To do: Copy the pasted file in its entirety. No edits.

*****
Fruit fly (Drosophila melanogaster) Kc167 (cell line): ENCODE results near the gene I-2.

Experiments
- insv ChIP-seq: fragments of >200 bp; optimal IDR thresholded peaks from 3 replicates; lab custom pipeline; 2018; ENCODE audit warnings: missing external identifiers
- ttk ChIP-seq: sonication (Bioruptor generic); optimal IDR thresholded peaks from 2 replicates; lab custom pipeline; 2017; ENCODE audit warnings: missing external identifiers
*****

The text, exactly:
Fruit fly (Drosophila melanogaster) Kc167 (cell line): ENCODE results near the gene I-2.

Experiments
- insv ChIP-seq: fragments of >200 bp; optimal IDR thresholded peaks from 3 replicates; lab custom pipeline; 2018; ENCODE audit warnings: missing external identifiers
- ttk ChIP-seq: sonication (Bioruptor generic); optimal IDR thresholded peaks from 2 replicates; lab custom pipeline; 2017; ENCODE audit warnings: missing external identifiers